Protecting the Reproductive Health of Workers: Problems in Science and Public Policy
Valentine, Jeannette M.
Plough, Alonzo L.
Journal of Health Politics, Policy and Law. 1983 Spring; 8(1): 144-163.
The authors begin their discussion of current public policy on reproductive hazards in the workplace by reviewing the problems inherent in scientifically assessing the effects of toxic substances on reproductive health. They then describe present regulatory policy in this area, using the lead standard of 1978 as an example of a good standard whose effectiveness has been compromised by Reagan administration changes. Valentine and Plough recommend a regulatory approach which accommodates scientific uncertainty and recognizes the difficulty of determining costs and benefits, but conclude that such an approach is unlikely to be adopted because of a shift in the economic and political balance of power. (KIE abstract)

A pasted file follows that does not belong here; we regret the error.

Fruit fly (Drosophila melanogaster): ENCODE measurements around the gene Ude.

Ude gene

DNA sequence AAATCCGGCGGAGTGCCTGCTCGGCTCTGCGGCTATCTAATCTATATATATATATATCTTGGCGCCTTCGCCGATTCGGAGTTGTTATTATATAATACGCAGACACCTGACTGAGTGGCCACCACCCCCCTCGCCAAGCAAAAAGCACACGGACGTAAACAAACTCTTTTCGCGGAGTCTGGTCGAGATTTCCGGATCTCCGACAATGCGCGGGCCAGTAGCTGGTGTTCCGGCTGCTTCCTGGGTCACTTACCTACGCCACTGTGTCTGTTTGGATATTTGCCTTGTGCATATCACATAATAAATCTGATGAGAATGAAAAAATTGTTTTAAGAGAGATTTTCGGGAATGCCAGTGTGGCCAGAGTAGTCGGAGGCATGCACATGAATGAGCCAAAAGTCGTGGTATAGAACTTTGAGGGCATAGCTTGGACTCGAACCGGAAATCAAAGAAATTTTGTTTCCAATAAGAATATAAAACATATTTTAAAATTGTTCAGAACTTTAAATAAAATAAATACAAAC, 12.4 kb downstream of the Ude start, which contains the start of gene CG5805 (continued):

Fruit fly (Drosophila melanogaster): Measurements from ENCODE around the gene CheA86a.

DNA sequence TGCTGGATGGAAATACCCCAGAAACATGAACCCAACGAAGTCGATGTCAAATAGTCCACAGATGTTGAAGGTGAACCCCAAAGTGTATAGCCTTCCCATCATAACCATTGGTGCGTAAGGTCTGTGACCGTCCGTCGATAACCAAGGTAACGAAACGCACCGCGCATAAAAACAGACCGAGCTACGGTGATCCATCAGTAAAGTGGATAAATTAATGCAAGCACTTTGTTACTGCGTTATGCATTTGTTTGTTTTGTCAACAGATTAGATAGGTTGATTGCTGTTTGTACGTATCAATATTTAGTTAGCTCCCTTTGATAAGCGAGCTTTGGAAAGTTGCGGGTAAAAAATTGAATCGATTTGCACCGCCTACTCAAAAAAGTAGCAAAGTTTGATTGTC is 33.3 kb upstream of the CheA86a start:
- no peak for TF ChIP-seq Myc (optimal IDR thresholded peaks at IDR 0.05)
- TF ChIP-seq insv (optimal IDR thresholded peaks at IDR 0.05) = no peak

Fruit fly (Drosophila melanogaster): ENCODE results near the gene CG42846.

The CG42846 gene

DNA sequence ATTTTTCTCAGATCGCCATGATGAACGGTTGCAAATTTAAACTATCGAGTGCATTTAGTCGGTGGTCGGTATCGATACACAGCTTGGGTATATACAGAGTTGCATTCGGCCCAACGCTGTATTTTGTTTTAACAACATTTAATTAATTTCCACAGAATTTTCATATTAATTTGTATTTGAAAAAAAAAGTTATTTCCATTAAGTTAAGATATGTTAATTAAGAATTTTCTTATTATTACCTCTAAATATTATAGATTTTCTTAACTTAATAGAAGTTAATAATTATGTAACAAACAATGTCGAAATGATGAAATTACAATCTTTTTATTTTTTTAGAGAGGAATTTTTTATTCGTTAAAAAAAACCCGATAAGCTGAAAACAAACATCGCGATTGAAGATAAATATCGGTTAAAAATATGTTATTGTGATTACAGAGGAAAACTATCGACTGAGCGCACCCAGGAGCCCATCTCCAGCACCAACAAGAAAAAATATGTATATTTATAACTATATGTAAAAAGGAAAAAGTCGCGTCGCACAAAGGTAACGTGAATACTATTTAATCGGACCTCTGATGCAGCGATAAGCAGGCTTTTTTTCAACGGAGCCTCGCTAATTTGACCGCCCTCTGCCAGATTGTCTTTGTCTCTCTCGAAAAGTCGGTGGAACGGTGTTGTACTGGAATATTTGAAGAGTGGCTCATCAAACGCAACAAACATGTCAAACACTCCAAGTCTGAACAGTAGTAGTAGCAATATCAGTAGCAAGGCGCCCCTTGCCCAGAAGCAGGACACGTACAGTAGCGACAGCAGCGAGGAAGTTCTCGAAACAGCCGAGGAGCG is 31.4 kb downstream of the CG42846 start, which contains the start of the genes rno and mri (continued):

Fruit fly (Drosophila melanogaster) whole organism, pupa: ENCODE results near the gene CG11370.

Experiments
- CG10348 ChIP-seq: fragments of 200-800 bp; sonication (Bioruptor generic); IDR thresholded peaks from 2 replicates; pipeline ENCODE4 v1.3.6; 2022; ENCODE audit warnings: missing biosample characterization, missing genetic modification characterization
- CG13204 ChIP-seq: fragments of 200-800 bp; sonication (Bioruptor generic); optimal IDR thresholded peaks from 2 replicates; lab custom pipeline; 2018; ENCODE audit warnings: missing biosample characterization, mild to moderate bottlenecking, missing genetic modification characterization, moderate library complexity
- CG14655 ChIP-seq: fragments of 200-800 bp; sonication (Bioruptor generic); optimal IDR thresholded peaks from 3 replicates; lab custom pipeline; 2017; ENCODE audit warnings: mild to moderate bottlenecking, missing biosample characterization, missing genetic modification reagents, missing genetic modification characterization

Biomedical Research; Costs and Benefits; Economics; Employment; Epidemiology; Evaluation; Federal Government; Females; Genetic Disorders; Government; Government Regulation; Health; Health Hazards; Health Personnel; Industry; Males; Medicine; Occupational Exposure; Occupational Health; Occupational Medicine; Politics; Pregnant Women; Prevalence; Public Policy; Power; Regulation; Reproduction; Research; Science; Standards; Statistics; Toxicity; Uncertainty;
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